reach the finishing line.
The victory of Maserati at Monza and of Meregalli on
Garda Lake, with the Diatto 20, fired the company’s ambitions, leading them to
back Maserati’s idea of a new car powered by 4.5-litre 8-cylinder Hispano-Suiza
engine modified by Diatto.
The car won the Susa-Moncenisio, with Maserati at the wheel,
his third win in a row and worth the Prince Amedeo Cup. The following make
driver and car also won at Aosta-Gran San Bernardo. In 1924 the 4.5-litre
Diatto was often left idle, as smaller engined gained preference. Ernesto
Maserati began his racing career at the wheel of a 3-litre Diatto, winning his
class in Pistoia Hills race.
At the San Sebastian GP, on 27 September, staged on the
Lasarte race track, Alfieri Maserati came close to beating the alliance between
Bugatti, Delage and Sunbeam, his Diatto 20 S engine breaking down when he was
In 1924 Maserati was at the centre of fierce debate. The
rather absurd question was focused on the uphill race in Rebassada, near
Barcelona, which took place on 25 May. Diatto has strong interests in Spain, so
Luigi Mora, the agent, entered Maserati with a 2-litre engine. On the eve of
the race Alfieri Maserati replaced the engine with a 3-litre. Ferdinand De
Vizcaya, taking part with a 4.4-litre 8-cylinder Elizade, somehow got to hear
about it (rumour has it he was told by a priest) and protested. Seven months
later, international racing authorities disqualified Maserati from racing for
five years. Mora and Diatto were also disqualified.
Subsequent investigations established that Diatto knew
nothing of the idea and the ban was lifted. Diatto was allowed to continue
racing and this time chose Alfieri’s brother, Ernesto, who was given a 2-litre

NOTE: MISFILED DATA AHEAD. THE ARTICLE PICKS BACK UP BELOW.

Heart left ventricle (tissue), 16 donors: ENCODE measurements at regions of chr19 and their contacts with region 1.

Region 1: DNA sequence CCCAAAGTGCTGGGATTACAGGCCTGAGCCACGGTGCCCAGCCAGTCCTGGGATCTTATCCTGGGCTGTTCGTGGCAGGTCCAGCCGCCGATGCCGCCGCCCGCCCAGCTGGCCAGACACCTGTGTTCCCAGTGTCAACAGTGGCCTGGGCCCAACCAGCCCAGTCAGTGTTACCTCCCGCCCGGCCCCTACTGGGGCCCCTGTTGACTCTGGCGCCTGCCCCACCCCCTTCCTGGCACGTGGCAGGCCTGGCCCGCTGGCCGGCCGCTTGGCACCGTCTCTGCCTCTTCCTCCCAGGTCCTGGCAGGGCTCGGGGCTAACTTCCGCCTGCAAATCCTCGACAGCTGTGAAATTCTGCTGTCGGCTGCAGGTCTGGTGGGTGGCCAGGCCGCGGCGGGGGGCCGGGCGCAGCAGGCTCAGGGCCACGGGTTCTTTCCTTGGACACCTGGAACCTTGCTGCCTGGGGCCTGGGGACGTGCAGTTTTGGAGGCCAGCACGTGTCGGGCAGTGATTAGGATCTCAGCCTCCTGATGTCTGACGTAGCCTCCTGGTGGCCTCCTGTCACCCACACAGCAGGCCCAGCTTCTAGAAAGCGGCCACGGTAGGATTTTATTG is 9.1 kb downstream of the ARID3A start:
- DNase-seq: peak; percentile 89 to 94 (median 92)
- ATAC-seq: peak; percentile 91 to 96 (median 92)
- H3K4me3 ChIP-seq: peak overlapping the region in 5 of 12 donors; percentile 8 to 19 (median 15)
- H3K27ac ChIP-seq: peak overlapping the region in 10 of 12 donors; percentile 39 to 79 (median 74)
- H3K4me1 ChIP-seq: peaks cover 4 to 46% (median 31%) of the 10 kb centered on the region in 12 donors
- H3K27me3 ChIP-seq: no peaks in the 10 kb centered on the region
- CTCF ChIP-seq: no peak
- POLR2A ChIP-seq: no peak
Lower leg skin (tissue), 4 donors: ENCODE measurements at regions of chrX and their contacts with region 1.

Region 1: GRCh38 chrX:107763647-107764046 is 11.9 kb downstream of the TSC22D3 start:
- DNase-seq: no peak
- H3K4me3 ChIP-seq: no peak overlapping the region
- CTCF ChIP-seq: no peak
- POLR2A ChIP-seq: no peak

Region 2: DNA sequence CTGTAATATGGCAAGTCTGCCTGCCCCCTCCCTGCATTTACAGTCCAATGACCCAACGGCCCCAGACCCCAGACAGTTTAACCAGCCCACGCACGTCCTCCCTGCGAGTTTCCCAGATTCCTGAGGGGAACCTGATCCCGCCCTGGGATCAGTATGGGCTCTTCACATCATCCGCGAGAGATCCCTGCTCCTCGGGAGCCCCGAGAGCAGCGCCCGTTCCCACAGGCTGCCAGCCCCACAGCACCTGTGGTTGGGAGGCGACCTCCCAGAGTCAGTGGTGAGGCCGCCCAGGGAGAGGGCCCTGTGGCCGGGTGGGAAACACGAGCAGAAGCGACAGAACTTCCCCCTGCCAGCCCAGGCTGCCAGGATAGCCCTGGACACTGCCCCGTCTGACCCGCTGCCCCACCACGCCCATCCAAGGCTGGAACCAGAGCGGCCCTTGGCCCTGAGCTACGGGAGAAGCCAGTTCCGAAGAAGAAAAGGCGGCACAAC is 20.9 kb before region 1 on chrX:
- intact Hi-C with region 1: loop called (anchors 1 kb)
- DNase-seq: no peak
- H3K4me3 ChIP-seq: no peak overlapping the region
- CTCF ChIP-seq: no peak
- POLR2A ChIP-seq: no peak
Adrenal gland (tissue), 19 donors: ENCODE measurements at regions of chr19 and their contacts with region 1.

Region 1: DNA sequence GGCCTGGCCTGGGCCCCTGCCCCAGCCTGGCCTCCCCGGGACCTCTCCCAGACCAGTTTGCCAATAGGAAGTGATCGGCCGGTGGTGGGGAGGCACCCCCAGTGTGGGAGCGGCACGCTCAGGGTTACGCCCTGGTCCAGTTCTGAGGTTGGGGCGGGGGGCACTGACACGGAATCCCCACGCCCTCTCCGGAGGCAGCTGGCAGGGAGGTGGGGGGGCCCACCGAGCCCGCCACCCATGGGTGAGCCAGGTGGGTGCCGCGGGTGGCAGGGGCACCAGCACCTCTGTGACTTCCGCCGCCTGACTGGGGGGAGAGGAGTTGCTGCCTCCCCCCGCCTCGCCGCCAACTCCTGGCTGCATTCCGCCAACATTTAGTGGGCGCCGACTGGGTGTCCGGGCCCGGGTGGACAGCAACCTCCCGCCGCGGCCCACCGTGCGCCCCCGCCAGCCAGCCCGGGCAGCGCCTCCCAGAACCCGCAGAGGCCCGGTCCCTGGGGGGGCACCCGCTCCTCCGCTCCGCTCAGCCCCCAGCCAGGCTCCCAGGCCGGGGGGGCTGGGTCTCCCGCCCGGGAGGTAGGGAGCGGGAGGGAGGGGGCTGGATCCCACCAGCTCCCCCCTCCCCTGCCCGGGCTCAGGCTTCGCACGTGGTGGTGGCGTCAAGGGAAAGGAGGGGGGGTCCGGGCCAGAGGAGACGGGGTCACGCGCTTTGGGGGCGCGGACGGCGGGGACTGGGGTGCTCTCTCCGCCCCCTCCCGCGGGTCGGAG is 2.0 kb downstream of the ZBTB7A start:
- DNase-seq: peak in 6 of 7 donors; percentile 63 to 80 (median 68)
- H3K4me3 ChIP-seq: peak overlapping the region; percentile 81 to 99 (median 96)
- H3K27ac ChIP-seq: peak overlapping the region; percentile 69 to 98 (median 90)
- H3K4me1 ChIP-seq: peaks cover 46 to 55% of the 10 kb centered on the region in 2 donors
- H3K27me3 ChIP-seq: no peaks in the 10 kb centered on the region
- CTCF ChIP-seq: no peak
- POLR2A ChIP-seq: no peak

Diatto, together with Carlo Lecot and Diego De Sterlich with a 4.5-litre
The company was coming through a time of hardship and
wanted to renew its commitment to racing in 1925. The 20 S Type was highly
successful, but Diatto wanted to move into Grand Prix racing, where
supercharged 2-litre engines were required.
Alfieri Maserati was given the job of developing the
engine. The new engine had 8 cylinders and was made of lightweight alloy, with
two overhead camshafts. It was a 2-litre engine (1,995 cc) with 65.5 mm bore
and 74 mm stroke. Four Zenith carburettors were used initially. The engine was
fitted to a new frame and took part in the Susa-Moncenisio, on 5 July, with
Onesimo Marchisio, test driver and former Fiat racing driver. One month later
he was killed in the Maddalena race, driving the new Diatto. This tragedy held
up the fine-tuning required for the engine (requiring Maserati to spend a great
deal of time in Turin) and forced Diatto to look for new drivers. Rumours have
it that Alfieri would be allowed to return to racing if Diatto took part at San
Sebastian, and this was the final solution one year later.
The only solid point of reference in the team was the
driver Emilio Materassi, a close friend of Alfieri Maserati. The second car was
up for grabs, between Diego De Sterlich, Rubietti and the Spaniard Antonio
Garcia. This was the run up to the 1925 Italian GP, with Diatto still in high
Two cars were taken to Monza, but only one was a final
version, with Rots compressor, able to generate 150 HP at 5,200 rpm. Materassi
was given the prestige car and a further 14 competitors started the race out of
a much more numerous field of 2-litre engines: three Alfa Romeo, two
Duesenberg, one Guyot special and the Diatto. In the 1,500 cc class, there were
five Bugatti, two Chiribiri and one Eldridge. The Diatto was fifth after 30
miles, behind 3 Alfas and the Duesenberg; after 60 miles the positions were the
same. The leading Alfa Romeo, driven by Campari, was lapping at an average
speed of 98.25 mph; Milton’s Duesenberg was fourth at 95.37 mph; Materassi was
a shade slower, at 93.82 mph. The sixth placed driver, in an 8-cylinder Bugatti
39 Type, was racing at 86.5 mph.
The 2-litre Diatto came close to 200 kmh (125 mph) but
after a long pit stop Emilio Materassi was forced out of the race after 250